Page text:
Parasher argues that the anticolonial movements that took off in 1920s, 1930s and 1940s were not just political, but also intellectual. The writing of those decades is an archive of alternative political thought generated in response to the failure of European liberal democracy.

“It was a historically novel global moment when people in many different places were thinking about the meaning and shape of political community beyond Eurocentric models.”

Global studies courses on the horizon

“What drew me to the field of political theory was the ability to look at empirical questions through a normative lens,” comments Parasher. “It offered me a median between history and philosophy and was the first field to give me a conceptual vocabulary to think about the moral dimensions of empirical questions.”

Parasher will bring his historically rooted, comparative theoretical approach to two global studies courses in 2023: Global Justice (GlblSt 160) in winter quarter 2023, and Colonialism and Globalization (GlblSt 191, a senior seminar) in spring quarter.

The Global Justice course addresses what Parasher calls “a very long tradition of thinking about what duties we owe, as members of a global community, to those outside our borders.”

The class will begin with a historical survey of theories of global justice, from Immanuel Kant to John Rawls to ‘Third World’ critiques of liberalism and theories of global justice, as well as a consideration of humanitarian intervention and democracy promotion in U.S. foreign policy. It will then consider contemporary transnational issues of global justice, such as migration, climate change and reparations.

“We’ll end with a brief overview of non-European theories of global justice, including Buddhist and indigenous conceptions. Looking at indigenous ideas of stewardship of the earth and our obligations towards nature gets us to think about climate change at a much deeper level. The question of responsibility and duty towards nature is a totally different paradigm — it reframes our anthropocentric approach to climate justice.”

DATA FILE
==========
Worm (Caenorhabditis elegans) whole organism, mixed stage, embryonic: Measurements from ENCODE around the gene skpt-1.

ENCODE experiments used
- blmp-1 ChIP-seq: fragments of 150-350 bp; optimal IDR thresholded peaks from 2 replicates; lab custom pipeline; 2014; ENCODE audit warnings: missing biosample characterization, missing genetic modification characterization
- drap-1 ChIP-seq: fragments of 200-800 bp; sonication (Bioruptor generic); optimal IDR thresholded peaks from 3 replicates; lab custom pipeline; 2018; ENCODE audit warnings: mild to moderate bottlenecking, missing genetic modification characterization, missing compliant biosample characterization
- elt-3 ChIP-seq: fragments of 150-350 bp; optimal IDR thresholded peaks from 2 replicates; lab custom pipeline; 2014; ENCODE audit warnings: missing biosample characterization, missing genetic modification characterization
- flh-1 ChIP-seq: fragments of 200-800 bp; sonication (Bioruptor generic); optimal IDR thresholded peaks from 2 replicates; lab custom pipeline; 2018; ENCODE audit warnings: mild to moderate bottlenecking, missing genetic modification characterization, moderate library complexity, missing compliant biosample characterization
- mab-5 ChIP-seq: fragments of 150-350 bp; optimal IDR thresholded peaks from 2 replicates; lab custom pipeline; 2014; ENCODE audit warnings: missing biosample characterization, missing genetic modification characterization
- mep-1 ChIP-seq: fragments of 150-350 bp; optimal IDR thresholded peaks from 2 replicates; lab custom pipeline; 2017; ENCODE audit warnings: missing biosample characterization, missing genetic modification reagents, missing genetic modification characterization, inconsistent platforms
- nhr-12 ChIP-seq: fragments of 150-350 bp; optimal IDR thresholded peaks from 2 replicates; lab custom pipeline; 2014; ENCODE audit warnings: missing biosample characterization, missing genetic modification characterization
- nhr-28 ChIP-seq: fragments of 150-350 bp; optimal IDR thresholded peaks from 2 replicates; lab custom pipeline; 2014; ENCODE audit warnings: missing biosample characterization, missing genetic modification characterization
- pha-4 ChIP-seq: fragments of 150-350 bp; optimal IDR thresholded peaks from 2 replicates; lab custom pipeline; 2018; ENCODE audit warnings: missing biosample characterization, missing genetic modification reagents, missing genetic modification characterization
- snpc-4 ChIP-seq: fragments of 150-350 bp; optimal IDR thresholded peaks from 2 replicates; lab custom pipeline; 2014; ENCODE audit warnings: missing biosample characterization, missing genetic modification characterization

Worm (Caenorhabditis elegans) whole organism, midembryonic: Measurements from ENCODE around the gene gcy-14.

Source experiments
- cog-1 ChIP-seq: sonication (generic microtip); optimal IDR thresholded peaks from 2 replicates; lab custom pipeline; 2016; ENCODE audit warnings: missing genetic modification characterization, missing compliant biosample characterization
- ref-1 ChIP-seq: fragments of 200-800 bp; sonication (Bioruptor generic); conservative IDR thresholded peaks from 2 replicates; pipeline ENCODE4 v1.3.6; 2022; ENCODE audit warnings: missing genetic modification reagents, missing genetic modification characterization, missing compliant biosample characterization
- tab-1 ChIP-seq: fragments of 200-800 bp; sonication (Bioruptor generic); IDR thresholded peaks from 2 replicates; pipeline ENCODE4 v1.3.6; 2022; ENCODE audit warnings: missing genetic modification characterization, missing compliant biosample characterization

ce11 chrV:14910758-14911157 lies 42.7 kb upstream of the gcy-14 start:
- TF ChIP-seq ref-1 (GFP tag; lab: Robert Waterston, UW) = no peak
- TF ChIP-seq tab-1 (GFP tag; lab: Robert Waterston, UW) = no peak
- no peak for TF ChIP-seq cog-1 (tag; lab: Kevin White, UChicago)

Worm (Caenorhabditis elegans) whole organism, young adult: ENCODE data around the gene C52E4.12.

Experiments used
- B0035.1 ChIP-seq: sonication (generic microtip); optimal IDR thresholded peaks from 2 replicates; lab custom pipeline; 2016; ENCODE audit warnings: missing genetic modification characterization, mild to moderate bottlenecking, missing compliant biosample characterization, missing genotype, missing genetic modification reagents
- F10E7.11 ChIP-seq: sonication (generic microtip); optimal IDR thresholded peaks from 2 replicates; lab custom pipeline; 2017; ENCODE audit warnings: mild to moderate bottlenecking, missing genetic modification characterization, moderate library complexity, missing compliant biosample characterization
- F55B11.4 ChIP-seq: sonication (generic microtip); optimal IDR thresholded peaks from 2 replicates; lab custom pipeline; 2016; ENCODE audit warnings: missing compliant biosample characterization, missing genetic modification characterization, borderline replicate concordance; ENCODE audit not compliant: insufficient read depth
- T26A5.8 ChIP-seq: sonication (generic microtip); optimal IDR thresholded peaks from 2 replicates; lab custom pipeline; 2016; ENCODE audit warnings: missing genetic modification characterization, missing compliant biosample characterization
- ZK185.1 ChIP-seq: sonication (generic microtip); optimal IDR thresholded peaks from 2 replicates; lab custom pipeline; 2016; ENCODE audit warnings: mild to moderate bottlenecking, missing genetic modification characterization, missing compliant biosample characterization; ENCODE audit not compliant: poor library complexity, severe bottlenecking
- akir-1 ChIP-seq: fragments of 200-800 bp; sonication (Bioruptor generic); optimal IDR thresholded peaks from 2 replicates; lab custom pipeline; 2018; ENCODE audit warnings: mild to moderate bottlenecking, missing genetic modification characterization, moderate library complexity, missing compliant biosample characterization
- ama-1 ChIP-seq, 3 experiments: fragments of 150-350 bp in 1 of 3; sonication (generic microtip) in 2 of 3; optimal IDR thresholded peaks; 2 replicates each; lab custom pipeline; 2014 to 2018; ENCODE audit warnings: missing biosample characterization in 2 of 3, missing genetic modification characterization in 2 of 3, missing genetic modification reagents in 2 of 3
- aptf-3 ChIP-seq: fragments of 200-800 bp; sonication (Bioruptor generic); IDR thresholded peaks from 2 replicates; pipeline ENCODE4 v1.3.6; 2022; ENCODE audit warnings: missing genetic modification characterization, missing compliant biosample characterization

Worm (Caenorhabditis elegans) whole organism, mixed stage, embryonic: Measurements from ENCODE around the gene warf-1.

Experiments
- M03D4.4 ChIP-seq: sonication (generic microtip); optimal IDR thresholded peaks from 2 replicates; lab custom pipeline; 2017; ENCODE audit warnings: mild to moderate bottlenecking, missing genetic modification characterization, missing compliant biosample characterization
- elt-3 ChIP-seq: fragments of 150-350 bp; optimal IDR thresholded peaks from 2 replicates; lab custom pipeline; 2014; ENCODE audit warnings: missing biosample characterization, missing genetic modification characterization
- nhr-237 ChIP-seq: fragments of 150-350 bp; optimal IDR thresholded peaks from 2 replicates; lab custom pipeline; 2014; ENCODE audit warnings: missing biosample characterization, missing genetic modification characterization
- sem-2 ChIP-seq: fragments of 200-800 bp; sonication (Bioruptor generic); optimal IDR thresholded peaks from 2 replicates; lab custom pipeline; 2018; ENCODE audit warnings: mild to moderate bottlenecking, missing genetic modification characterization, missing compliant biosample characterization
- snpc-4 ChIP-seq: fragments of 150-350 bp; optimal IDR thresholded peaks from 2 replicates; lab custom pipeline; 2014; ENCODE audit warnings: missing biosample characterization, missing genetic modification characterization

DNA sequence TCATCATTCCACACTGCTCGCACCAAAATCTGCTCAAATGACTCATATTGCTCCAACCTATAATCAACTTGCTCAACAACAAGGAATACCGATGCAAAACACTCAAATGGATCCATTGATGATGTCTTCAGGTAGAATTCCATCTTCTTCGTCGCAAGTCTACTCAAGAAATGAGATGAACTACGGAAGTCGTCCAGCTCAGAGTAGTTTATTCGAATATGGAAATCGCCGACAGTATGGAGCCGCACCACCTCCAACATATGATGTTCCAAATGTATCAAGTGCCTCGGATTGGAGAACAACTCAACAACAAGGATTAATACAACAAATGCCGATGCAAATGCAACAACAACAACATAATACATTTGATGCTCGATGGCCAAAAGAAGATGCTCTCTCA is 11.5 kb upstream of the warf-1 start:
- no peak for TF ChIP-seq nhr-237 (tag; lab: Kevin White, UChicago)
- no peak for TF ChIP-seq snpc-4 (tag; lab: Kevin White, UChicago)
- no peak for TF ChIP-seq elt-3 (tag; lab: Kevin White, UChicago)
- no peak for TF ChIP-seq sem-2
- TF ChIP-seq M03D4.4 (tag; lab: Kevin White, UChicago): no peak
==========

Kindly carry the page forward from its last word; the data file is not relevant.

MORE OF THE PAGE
The Colonialism and Globalization course will also begin with an historical survey, in this case, of major thinking about the link between colonialism and globalization at key points in history, from the advent of New World settlements through the 18th-century slave trade to Marx’s analyses of capitalism in the 19th century. The course will then consider anticolonial and decolonial intellectual traditions, including concepts of Negritude and the idea of the ‘Third World’ itself.

“What I want students to take away from the course is how the exclusions of colonialism changed over time and to recognize that the link between European colonialism and globalization has not remained static — it’s evolved and changed,” says the scholar. “How do we understand the relationship between colonialism and economic and social globalization today?

“I am drawn to teaching political theory because it pushes students to reconstruct complicated arguments and exposes them to different ways of thinking.

“Part of my goal is to get students to step outside accepted paradigms — perhaps paradigms that they accepted only two weeks ago in the same course. By learning to put alternative theories on the same issue in conversation with one another, they learn to identify the blind spots of each.”